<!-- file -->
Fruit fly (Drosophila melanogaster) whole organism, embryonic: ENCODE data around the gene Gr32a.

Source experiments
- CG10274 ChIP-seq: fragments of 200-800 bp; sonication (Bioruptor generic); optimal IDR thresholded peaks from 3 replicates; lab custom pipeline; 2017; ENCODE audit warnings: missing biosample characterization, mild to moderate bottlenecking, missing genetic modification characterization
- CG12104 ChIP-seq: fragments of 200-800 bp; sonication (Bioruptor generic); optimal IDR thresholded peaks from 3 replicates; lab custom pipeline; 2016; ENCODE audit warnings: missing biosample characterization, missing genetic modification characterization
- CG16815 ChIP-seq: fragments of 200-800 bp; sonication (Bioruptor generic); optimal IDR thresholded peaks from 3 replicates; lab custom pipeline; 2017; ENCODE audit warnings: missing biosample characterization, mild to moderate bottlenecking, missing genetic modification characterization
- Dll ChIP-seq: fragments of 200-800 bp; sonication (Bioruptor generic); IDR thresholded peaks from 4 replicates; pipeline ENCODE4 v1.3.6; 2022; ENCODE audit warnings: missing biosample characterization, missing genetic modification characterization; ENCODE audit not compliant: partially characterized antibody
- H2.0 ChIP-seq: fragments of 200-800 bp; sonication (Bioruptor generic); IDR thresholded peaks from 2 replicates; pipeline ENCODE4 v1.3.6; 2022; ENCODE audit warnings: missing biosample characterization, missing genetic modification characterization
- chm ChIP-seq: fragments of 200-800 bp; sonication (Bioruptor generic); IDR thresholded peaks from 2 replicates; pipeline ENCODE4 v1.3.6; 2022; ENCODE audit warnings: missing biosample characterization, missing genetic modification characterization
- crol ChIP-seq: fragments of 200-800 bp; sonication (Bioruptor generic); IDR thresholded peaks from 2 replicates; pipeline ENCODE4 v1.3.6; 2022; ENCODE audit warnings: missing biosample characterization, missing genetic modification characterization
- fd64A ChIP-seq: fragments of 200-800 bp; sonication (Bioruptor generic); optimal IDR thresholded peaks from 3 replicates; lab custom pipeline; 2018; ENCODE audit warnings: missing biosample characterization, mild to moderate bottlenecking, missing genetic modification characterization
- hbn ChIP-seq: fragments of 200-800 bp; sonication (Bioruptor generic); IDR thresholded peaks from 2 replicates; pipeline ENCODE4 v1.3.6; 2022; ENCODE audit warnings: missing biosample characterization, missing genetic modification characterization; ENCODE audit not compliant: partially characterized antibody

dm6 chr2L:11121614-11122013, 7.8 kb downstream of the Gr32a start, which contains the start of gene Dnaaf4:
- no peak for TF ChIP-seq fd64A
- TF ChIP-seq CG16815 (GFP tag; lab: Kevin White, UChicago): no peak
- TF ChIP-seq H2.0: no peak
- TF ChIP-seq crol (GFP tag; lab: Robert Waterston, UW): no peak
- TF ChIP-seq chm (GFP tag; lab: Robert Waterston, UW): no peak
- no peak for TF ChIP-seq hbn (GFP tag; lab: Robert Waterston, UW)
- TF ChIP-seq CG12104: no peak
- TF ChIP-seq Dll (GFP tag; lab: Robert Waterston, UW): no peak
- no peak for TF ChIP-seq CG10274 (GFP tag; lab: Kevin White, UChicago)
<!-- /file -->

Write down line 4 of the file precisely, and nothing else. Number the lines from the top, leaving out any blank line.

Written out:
- CG12104 ChIP-seq: fragments of 200-800 bp; sonication (Bioruptor generic); optimal IDR thresholded peaks from 3 replicates; lab custom pipeline; 2016; ENCODE audit warnings: missing biosample characterization, missing genetic modification characterization